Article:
In Go Medical Indus. v. Inmed Corp. (October 27, 2006), the Federal Circuit concluded that a holding of patent invalidity won by a third party in a different lawsuit did not relieve the defendant from its royalty obligations in this case:
The district court erred in applying the Lear doctrine to relieve MMG of the obligation to pay any royalties after the finding of patent invalidity during Go's litigation against C.R. Bard in March 1999. That ruling had no effect on the contractual relationship between Go and MMG. Although the 1997 amendment tied the term of the contract to the life of the '259 patent, the license did not automatically terminate with the district court's ruling, as MMG believed, because the invalidity finding was still pending appeal. In fact, MMG's June 21, 1999 letter to Go stated that it was placing its royalty payments "in an escrow account until such time as the appeal is decided" (emphasis added). This was an implicit acknowledgment that Go was entitled to the royalty payments, meaning the funds would be transferred out of escrow, in the event that the district court's invalidity finding was reversed.
Moreover, MMG's June 21, 1999 letter did not state that its reason for ceasing payment of royalties was that it deemed the '259 patent to be invalid. Instead, it merely indicated that MMG was placing its royalty payments in escrow until the validity of the patent was resolved on appeal. (Even if it had been sufficient to constitute the requisite notice, the district court still erred in finding that Lear relieved MMG from all royalty payments after March 1999 instead of the date of this notice—i.e., June 1999.)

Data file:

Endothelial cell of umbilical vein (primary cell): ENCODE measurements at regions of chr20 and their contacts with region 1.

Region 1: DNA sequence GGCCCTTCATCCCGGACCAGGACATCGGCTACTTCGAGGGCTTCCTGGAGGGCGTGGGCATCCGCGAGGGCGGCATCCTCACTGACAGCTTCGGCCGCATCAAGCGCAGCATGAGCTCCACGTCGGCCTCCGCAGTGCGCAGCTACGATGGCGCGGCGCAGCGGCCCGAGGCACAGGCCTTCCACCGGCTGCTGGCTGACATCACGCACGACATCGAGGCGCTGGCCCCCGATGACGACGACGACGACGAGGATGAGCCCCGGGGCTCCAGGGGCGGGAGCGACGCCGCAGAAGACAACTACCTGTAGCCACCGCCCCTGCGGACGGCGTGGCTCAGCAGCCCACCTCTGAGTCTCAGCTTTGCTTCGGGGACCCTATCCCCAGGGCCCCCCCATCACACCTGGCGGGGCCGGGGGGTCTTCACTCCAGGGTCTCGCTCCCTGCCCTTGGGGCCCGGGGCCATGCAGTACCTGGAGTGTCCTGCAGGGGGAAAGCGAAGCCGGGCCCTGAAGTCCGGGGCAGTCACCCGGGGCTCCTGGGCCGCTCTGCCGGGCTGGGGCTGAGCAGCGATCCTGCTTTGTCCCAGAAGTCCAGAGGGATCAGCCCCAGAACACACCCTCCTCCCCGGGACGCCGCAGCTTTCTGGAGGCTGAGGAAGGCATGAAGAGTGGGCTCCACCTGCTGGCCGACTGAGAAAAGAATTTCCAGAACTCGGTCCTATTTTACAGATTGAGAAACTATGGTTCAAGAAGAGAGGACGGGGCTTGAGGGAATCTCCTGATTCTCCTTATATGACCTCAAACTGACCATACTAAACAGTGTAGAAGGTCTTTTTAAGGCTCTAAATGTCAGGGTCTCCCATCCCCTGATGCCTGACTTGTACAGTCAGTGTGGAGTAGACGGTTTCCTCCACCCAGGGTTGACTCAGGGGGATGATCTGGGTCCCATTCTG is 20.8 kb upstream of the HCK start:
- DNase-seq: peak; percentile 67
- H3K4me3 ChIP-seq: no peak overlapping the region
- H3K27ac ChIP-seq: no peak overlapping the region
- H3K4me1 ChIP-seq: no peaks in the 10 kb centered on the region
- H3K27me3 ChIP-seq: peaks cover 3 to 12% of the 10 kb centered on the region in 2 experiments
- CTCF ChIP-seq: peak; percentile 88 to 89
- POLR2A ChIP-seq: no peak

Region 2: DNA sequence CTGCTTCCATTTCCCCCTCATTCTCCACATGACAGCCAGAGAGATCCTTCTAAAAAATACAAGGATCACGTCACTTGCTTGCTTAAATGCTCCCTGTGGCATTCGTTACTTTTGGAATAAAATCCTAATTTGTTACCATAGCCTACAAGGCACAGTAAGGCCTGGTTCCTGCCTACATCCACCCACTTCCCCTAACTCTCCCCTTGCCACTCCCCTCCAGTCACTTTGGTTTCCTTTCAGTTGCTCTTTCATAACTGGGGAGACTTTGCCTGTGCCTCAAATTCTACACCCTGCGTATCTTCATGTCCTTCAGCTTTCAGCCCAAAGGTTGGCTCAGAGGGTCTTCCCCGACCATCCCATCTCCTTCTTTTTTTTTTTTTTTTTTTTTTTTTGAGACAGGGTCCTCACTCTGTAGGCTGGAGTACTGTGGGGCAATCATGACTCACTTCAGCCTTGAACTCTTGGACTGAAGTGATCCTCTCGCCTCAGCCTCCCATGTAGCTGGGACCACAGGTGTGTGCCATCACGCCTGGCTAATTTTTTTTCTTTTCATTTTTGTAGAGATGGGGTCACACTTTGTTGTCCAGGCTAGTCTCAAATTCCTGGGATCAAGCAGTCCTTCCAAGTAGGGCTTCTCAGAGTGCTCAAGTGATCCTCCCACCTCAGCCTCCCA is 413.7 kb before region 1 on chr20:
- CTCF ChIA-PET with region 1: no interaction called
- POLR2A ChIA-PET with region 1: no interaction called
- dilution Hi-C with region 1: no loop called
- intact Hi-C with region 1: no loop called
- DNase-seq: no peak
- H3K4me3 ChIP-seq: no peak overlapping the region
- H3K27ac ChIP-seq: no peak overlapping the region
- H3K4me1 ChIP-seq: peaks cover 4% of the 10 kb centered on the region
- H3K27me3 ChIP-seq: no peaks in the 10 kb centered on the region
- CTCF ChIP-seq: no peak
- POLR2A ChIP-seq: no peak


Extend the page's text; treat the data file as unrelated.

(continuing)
MMG is trying to have it both ways. As the exclusive U.S. distributor of the urinary catheter described in the '259 patent, MMG not only urged Go to sue C.R. Bard, but was the primary beneficiary when we later reversed the invalidity finding from that litigation. Significantly, it did not file its own declaratory judgment suit to challenge the patent's validity after it learned about the district court's March 1999 ruling. Indeed, until the agreement was terminated by Go in August 1999, MMG was contractually obligated to share the costs of enforcing the '259 patent, including the costs of pursuing the appeal.
Because the district court misapplied the Lear doctrine, we vacate and remand for a recalculation of the contract damages.
In Lear, the Supreme Court held that a licensee was not estopped from challenging the validity of the licensor's patent. 395 U.S. at 671. A licensee may cease payments due under a license—i.e., contractual royalty provisions will not be enforced—during the time it is challenging patent validity in the courts. However, the Lear doctrine does not prevent a patentee from recovering royalties until the date the licensee first challenges the validity of the patent. Studiengesellschaft Kohle, M.B.H. v. Shell Oil Co., 112 F.3d 1561, 1568 (Fed. Cir. 1997). In other words, a licensee "cannot invoke the protection of the Lear doctrine until it (i) actually ceases payment of royalties, and (ii) provides notice to the licensor that the reason for ceasing payment of royalties is because it has deemed the relevant claims to be invalid."
For more information on this topic, please contact William F. Heinze (firstname.lastname@example.org) at Thomas, Kayden, Horstemeyer & Risley LLP in Atlanta, Georgia USA.
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